"Most civilian casualties in war are not the result of direct exposure to bombs and bullets; they are due to the destruction of the essentials of daily living, including food, water, shelter, and health care."
So begins the abstract for an essay in the Winter 2017 edition of Daedalus by Stanford Health Policy’s Paul Wise, the Richard E. Behrman Professor of Child Health and Society and professor of pediatrics at the Stanford School of Medicine.
Wise argues in his essay, “The Epidemiologic Challenge to the Conduct of Just War: Confronting Indirect Civilian Casualties of War," that the death of any child is always a tragedy. But the death of a child from preventable causes is particularly unjust.
“This is, of course, as true in peacetime as it is in war,” he writes. “My argument is that the dramatic growth in our ability to prevent death and disability from the indirect effects of war generates not only humanitarian impulses, but also just war demands for the provision of this capability to populations affected by war.”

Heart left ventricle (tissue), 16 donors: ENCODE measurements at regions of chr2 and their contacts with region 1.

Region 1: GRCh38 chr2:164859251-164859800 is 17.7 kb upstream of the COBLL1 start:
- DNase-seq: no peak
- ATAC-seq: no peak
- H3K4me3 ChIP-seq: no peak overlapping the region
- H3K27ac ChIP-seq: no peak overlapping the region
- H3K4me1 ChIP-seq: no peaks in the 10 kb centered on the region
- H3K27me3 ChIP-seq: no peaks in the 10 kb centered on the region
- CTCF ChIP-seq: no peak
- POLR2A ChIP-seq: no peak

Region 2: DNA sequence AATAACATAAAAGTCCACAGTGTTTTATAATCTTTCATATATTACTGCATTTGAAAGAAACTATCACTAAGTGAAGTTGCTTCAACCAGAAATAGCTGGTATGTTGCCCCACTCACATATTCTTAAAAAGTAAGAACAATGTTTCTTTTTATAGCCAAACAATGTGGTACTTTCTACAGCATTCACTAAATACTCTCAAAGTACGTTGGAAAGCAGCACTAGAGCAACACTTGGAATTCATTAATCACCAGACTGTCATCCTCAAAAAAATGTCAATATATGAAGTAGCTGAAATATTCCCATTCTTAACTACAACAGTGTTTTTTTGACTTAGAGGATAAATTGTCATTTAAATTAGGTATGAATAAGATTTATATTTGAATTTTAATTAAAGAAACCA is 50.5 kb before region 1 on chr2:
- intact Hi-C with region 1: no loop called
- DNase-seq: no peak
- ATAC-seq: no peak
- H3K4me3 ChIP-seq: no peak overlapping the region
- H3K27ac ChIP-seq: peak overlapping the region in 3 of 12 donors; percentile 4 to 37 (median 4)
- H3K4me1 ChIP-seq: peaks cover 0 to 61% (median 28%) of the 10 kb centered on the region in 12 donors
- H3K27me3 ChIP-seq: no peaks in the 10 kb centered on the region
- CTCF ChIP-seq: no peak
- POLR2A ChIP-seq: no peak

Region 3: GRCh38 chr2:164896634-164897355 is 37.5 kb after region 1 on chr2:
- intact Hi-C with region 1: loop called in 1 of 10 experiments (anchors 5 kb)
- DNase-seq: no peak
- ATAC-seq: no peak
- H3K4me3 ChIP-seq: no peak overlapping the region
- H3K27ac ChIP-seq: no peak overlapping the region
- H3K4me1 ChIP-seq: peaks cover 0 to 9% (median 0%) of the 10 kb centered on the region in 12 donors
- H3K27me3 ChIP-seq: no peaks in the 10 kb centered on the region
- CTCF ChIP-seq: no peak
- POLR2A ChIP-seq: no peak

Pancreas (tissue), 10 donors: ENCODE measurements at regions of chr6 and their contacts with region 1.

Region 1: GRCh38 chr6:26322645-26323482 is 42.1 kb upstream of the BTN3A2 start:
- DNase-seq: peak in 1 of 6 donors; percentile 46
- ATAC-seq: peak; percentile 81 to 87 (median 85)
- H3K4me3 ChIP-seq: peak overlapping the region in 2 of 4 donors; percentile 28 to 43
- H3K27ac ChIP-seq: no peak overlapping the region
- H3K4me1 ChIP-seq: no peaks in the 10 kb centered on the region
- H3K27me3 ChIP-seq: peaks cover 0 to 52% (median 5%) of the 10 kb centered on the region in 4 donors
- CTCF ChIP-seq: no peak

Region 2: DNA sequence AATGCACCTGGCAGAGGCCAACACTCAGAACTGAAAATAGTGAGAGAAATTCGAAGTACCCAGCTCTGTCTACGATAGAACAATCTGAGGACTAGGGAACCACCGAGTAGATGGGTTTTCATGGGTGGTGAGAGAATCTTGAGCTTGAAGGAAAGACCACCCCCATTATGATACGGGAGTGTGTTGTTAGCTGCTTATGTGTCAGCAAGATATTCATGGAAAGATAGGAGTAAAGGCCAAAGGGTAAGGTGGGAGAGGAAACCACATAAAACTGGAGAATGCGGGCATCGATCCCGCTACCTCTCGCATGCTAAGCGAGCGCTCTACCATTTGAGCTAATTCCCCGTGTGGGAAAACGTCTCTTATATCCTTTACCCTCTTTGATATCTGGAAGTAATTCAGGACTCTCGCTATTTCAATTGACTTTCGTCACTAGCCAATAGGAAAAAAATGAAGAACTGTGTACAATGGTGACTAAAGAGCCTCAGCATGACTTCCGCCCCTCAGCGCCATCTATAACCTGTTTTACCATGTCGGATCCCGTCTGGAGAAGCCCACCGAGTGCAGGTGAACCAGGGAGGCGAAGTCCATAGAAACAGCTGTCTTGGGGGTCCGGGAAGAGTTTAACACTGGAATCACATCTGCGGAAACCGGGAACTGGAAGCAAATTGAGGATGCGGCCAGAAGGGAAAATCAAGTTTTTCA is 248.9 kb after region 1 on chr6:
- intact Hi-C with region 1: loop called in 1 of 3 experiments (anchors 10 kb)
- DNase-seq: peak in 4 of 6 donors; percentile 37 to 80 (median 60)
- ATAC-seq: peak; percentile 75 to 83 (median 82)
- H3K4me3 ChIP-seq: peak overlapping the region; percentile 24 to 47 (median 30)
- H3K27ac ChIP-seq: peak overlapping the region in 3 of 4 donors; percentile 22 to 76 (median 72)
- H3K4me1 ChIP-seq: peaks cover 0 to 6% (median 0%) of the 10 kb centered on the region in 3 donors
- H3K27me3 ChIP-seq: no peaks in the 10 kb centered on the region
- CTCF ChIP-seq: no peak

The American Academy of Arts & Sciences devoted its Fall 2016 and Winter 2017 issues of its journal, Daedalus, to the theory of Just War. It held its 204th annual meeting at Stanford University in November, with Wise reviewing the main points of his essay. Other speakers included Stanford President Marc Tessier-Lavigne and FSI's Scott Sagan and Joe Felter.
(Videos of all their talks can be found on this page. And you can listen to their conversations in this World Class podcast, "Ethics in War," by the Freeman Spogli Institute for International Studies.)